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The Hierarchy of Economic Sustainability: Getting The Principles Right

All economic activity derives its possibilities and limits from nature.

Submitted by: John Ikerd

Posted: Feb 04, 2013 – 09:55 AM EST

Series: The Essentials of Economic Sustainability

Tags: sustainability, economy, nature, principles of sustainability, diversity

 
John_ikerd

The recent global financial crisis has raised widespread concern for the sustainability of the global economy and much has been written concerning the negative impacts of economic development on natural ecosystems and civil societies. Unfortunately, few viable alternatives to the prevailing economic paradigms have been suggested for consideration. Those that have been are typically little more than suggestions for fine tuning capitalist or socialist economies.

In his new book The Essentials of Economic Sustainability, John Ikerd addresses the basic principles and concepts essential to economic sustainability. Some of these concepts are capitalist, some are socialistic, and others are general principles validated by philosophy or common sense. What results is a synthesis: something that is neither capitalist nor socialist but fundamentally different. In part two, he lays out the basic principles of sustainability.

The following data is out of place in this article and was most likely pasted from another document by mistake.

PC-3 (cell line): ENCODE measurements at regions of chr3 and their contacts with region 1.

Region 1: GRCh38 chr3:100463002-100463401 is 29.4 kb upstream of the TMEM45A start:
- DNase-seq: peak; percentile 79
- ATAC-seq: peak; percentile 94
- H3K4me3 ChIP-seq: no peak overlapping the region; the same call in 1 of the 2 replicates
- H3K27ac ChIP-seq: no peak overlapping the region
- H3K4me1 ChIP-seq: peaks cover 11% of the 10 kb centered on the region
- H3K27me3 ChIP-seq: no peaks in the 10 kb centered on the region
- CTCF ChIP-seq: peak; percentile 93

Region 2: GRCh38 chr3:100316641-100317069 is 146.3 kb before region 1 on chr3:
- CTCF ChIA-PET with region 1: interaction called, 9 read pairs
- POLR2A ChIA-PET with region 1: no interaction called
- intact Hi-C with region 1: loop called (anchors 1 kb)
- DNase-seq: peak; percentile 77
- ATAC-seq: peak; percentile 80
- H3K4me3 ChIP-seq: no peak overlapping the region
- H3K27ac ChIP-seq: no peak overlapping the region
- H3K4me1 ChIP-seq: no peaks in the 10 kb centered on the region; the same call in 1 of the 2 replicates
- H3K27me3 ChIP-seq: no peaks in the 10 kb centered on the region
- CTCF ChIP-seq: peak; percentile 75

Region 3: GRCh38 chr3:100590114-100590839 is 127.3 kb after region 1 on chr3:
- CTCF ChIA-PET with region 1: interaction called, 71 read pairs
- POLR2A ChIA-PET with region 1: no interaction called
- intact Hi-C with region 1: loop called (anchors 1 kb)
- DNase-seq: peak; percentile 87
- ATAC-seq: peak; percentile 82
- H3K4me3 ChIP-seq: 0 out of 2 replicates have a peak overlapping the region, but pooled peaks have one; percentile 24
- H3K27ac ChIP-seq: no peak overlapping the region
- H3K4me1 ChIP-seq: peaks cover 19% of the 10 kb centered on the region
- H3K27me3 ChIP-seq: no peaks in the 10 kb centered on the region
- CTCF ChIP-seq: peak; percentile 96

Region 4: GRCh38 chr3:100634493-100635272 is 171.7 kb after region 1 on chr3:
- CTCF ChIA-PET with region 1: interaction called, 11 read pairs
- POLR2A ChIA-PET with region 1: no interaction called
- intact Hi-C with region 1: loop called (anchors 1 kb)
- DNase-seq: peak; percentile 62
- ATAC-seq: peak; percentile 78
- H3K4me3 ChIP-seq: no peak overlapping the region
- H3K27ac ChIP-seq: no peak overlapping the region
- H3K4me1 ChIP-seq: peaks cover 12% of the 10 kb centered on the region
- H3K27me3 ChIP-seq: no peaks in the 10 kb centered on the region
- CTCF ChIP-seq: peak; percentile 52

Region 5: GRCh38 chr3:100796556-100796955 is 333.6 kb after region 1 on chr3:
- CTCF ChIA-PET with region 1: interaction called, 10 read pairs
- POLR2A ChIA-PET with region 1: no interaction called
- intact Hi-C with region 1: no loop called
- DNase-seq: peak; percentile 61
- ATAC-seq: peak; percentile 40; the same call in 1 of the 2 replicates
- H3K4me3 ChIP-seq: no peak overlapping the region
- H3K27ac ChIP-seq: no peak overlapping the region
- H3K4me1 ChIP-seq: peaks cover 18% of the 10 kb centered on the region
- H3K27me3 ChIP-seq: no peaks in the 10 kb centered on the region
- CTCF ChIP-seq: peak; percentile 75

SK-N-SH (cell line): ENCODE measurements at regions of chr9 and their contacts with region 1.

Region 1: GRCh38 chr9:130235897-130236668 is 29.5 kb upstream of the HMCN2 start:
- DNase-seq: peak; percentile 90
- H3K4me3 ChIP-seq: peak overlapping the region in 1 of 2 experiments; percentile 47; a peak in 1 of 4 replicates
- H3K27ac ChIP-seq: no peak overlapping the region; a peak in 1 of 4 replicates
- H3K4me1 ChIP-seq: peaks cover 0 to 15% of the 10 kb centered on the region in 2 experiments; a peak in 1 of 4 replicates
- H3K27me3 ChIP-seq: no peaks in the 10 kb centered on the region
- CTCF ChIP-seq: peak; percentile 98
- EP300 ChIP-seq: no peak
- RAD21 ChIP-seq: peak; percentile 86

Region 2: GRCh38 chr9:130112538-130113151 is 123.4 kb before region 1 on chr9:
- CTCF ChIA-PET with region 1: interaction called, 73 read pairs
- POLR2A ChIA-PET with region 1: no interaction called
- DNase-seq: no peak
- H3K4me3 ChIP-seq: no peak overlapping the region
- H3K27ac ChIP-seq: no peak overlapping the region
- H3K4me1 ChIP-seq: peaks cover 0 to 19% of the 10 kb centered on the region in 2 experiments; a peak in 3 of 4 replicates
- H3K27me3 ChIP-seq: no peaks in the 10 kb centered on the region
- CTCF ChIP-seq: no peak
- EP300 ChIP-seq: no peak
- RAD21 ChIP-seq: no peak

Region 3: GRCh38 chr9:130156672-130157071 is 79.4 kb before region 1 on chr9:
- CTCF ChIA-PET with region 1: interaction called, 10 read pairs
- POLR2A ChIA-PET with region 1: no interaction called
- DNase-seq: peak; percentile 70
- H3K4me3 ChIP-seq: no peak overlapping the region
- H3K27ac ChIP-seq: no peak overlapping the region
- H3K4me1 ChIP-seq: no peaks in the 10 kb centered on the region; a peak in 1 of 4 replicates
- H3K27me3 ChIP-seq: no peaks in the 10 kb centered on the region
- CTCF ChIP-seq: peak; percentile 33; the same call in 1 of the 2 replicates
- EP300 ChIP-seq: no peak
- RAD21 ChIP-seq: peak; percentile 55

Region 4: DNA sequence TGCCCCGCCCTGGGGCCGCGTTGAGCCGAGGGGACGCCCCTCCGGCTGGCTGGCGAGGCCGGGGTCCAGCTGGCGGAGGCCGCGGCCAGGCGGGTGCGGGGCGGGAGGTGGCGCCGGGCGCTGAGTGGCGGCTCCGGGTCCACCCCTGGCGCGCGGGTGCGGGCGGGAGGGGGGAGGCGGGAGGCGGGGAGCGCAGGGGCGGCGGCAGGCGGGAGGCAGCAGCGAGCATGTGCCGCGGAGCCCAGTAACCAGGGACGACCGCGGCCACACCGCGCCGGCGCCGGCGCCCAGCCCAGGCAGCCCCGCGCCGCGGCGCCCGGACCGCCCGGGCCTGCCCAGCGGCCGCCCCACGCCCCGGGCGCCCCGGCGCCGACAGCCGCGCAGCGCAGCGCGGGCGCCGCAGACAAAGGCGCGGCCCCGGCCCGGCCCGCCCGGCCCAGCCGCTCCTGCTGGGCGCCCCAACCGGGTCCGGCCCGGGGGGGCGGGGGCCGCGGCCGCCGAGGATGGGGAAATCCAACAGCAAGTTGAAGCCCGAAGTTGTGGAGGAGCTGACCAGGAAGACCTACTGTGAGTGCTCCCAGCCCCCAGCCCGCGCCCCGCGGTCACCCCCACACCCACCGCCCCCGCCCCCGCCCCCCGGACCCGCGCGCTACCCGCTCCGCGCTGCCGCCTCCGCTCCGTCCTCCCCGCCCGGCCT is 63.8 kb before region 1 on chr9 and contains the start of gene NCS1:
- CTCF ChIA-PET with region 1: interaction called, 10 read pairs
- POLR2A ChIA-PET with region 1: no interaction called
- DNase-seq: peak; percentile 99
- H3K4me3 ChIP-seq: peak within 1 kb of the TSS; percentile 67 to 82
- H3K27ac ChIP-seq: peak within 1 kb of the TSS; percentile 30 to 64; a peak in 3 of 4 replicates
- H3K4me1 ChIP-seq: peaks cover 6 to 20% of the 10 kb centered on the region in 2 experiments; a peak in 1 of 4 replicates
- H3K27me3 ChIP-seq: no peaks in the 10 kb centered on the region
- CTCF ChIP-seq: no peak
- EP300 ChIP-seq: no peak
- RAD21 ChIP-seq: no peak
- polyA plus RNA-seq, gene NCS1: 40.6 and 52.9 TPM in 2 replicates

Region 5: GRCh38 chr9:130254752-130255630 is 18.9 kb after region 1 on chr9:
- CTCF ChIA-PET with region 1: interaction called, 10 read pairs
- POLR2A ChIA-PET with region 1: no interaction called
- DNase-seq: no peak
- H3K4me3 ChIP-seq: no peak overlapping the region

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Many economists claim that the problems of sustainability can be solved by assigning economic value to environmental and social costs through public policies. Most economists understand that economic activities can have negative impacts on natural ecosystems and human social systems that are not reflected in market prices. These so-called “external costs,” such as environmental pollution, are borne by someone outside of the market, someone other than the one who carries out the economic activity.